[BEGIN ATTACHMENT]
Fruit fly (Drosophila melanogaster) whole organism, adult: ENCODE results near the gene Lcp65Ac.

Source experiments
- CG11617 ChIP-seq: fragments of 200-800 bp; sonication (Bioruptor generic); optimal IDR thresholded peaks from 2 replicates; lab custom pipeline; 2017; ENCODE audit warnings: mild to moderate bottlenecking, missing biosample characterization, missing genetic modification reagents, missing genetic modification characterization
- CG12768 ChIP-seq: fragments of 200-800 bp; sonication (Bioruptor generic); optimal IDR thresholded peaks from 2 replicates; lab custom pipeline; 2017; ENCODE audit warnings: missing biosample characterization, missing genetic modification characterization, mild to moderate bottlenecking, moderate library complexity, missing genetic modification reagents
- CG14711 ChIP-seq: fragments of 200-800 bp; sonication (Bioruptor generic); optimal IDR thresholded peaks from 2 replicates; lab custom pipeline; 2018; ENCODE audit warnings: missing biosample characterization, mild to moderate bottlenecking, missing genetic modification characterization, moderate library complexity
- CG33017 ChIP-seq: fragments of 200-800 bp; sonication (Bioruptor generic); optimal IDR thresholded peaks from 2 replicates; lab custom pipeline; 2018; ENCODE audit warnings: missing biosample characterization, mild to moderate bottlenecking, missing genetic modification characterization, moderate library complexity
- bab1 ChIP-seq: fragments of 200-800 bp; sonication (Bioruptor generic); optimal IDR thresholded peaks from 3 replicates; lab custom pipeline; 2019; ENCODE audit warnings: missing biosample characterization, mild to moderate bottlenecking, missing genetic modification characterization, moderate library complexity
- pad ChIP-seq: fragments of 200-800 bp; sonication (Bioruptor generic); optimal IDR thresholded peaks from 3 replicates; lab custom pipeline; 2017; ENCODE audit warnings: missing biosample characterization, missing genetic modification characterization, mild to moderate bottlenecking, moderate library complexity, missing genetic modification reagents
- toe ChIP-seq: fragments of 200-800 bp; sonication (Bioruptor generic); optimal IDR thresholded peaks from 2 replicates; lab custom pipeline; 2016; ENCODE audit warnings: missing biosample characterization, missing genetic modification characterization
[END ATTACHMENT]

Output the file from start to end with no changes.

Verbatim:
Fruit fly (Drosophila melanogaster) whole organism, adult: ENCODE results near the gene Lcp65Ac.

Source experiments
- CG11617 ChIP-seq: fragments of 200-800 bp; sonication (Bioruptor generic); optimal IDR thresholded peaks from 2 replicates; lab custom pipeline; 2017; ENCODE audit warnings: mild to moderate bottlenecking, missing biosample characterization, missing genetic modification reagents, missing genetic modification characterization
- CG12768 ChIP-seq: fragments of 200-800 bp; sonication (Bioruptor generic); optimal IDR thresholded peaks from 2 replicates; lab custom pipeline; 2017; ENCODE audit warnings: missing biosample characterization, missing genetic modification characterization, mild to moderate bottlenecking, moderate library complexity, missing genetic modification reagents
- CG14711 ChIP-seq: fragments of 200-800 bp; sonication (Bioruptor generic); optimal IDR thresholded peaks from 2 replicates; lab custom pipeline; 2018; ENCODE audit warnings: missing biosample characterization, mild to moderate bottlenecking, missing genetic modification characterization, moderate library complexity
- CG33017 ChIP-seq: fragments of 200-800 bp; sonication (Bioruptor generic); optimal IDR thresholded peaks from 2 replicates; lab custom pipeline; 2018; ENCODE audit warnings: missing biosample characterization, mild to moderate bottlenecking, missing genetic modification characterization, moderate library complexity
- bab1 ChIP-seq: fragments of 200-800 bp; sonication (Bioruptor generic); optimal IDR thresholded peaks from 3 replicates; lab custom pipeline; 2019; ENCODE audit warnings: missing biosample characterization, mild to moderate bottlenecking, missing genetic modification characterization, moderate library complexity
- pad ChIP-seq: fragments of 200-800 bp; sonication (Bioruptor generic); optimal IDR thresholded peaks from 3 replicates; lab custom pipeline; 2017; ENCODE audit warnings: missing biosample characterization, missing genetic modification characterization, mild to moderate bottlenecking, moderate library complexity, missing genetic modification reagents
- toe ChIP-seq: fragments of 200-800 bp; sonication (Bioruptor generic); optimal IDR thresholded peaks from 2 replicates; lab custom pipeline; 2016; ENCODE audit warnings: missing biosample characterization, missing genetic modification characterization